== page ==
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You should be able to accomplish this with a simple batch script where you repeatedly execute dir /b /a:h and then evaluate the errorlevel. The /b switch is optional but shows the directory output in a bare minimum format.

When you run this command, it will return an ERRORLEVEL of 1 when no hidden files are found, which is what you want. If a file is hidden then it will return an ERRORLEVEL of 0, which you don't want, and that's where you can then trigger something.

Now, this won't tell you who hid the file, but if you call it often enough (say every 30 seconds) then you will at least have a time frame as to when it happened, and you should then be able to correlate it with 4663 events that occurred right around that time. I'm assuming you have auditing already on in this folder?

You can call this script with any scheduler, although this is actually a good scenario for the EventSentry Light utility which has a built-in scheduler that can trigger email alerts based on the errorlevel of any script you run. It even includes the output of the script. That feature is called "application scheduler". Of course you can also write your own script and trigger an email with PowerShell, VBScript or something like blat.exe.

The auditing part may be the trickiest if Windows auditing isn't granular enough to catch somebody just hiding a file. But even then auditing on the parent folder should show some activity, like directory listing for example.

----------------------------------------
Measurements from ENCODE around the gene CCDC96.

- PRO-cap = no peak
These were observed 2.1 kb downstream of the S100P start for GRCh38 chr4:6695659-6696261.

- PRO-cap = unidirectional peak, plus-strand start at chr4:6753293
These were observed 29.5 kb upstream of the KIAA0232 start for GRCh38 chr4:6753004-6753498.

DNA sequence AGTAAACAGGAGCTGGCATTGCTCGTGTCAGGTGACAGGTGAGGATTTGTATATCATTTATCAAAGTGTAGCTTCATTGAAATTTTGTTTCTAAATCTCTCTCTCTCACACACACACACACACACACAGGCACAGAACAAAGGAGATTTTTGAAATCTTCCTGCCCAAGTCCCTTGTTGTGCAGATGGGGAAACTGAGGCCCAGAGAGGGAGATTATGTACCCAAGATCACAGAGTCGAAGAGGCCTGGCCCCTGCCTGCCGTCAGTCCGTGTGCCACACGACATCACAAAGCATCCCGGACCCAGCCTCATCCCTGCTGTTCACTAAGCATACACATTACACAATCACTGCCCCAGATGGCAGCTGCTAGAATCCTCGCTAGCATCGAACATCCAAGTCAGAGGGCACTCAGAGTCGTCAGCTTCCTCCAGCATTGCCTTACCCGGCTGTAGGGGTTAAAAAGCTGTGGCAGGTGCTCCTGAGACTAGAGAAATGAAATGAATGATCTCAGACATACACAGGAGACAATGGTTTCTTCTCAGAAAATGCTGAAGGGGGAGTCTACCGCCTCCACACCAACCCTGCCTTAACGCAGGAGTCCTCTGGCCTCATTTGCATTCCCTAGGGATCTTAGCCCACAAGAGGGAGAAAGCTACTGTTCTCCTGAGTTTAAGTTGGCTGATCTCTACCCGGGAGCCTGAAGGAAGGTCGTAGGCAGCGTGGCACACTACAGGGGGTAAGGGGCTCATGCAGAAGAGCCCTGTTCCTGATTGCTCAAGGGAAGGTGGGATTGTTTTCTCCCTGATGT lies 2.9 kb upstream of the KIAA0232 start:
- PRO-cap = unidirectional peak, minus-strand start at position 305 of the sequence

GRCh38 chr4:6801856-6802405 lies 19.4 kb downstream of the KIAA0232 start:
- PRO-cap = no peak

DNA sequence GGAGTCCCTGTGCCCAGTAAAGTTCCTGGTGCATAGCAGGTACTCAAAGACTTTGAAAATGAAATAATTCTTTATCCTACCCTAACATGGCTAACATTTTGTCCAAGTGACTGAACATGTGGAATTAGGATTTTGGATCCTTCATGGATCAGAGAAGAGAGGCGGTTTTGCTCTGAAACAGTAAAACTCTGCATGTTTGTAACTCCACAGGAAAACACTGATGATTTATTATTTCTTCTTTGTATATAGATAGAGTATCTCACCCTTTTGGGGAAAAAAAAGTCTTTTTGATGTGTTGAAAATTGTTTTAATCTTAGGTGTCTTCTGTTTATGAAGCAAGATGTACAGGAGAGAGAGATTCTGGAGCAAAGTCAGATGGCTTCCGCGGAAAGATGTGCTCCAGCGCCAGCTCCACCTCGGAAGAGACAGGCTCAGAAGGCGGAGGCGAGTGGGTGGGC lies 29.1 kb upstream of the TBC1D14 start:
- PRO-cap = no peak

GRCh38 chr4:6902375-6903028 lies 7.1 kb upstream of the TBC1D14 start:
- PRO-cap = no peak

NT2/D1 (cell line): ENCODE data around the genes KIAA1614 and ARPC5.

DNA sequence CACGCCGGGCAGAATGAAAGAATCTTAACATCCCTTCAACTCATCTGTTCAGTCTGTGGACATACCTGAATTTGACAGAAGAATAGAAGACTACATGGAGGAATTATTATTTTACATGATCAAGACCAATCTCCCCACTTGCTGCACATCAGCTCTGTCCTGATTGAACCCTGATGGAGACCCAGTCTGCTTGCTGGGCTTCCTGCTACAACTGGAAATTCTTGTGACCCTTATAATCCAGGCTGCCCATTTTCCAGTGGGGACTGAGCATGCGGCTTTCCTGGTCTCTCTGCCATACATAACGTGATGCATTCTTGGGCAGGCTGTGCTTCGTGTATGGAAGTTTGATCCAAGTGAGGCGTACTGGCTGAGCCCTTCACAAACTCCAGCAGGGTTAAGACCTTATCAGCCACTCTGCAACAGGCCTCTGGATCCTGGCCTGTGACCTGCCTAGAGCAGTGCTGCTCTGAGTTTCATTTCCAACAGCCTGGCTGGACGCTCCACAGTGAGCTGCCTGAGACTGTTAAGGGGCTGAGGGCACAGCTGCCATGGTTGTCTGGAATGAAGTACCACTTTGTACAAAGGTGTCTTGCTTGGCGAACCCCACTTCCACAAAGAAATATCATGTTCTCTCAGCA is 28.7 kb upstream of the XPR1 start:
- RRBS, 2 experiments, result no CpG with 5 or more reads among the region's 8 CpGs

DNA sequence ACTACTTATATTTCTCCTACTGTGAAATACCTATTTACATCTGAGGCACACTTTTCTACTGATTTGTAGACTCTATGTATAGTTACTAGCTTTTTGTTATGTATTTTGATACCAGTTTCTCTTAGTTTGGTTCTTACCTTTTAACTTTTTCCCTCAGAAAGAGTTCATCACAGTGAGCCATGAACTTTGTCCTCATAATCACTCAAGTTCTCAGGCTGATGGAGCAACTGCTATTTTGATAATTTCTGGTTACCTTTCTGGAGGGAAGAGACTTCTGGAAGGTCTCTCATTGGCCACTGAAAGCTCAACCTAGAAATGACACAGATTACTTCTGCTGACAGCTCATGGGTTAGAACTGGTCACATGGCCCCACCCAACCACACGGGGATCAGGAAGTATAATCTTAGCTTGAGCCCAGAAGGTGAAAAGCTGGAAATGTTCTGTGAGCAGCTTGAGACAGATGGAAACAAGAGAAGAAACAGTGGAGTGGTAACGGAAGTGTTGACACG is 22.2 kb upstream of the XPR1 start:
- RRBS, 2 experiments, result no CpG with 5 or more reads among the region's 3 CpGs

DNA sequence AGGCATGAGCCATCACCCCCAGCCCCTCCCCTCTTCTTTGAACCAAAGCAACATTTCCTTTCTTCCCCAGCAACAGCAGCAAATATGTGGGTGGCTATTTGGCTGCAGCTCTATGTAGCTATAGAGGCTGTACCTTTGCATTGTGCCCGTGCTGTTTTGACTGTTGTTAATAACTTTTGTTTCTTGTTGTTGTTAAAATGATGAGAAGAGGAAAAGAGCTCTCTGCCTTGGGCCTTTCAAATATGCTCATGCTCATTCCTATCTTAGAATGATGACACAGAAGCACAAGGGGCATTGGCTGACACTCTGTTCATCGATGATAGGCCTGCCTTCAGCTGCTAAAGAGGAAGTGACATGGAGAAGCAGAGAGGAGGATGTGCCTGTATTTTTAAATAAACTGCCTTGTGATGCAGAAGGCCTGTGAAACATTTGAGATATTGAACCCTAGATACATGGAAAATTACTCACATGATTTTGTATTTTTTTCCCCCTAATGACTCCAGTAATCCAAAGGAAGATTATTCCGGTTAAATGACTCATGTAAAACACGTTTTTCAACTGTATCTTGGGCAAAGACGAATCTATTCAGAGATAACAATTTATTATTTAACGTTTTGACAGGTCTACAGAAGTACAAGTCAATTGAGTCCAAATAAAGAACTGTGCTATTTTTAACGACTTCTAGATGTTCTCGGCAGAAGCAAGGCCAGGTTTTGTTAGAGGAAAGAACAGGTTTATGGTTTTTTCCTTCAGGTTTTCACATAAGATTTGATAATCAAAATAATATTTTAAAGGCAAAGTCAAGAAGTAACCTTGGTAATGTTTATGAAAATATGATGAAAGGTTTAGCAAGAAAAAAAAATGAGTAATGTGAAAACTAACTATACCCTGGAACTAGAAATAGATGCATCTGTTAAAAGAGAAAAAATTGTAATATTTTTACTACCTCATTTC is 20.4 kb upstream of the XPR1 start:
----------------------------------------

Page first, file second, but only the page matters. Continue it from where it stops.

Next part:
• 1
    Thank you, I like this approach. Sounds like it's just not possible to directly log the event. But proving it 'beyond reasonable doubt' is what this method can certainly achieve. I'm just worried that the 'hiding' part may be an inner working of CIFS share process, but we will see. Thank you! – Tony Sepia Oct 23 '18 at 22:10
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File/Share auditing doesn't provide complete details of what was changed. Resource Attributes is for the Dynamic Access Control feature, to provide granular information about the DAC classification criteria that caused the audit event.

ProcMon on the server may work, but you need to be careful how it is configured. It should be configured to Drop Filtered Events, collect only File events, Save to a Backing File (not Virtual Memory), and the specific Operation (SetBasicInformationFile), and possibly the Path. You would then export the configuration to a PMC file and use that when launching. It's also a good idea to specify a /Runtime in seconds, then move/rename the file when it ends and relaunch, because ProcMon occasionally flakes out and may adversely impact the system.

  • thank you for clarigying. I have already tried running ProcMon on the server, but I have included absolutely all events, and have done it to memory. Still - no sign of the SetBasicInformationFile event. There is one, but the ProcMon entry doesn't show what exactly has been changed. Is there any way to log what attributes are set? – Tony Sepia Oct 21 '18 at 20:18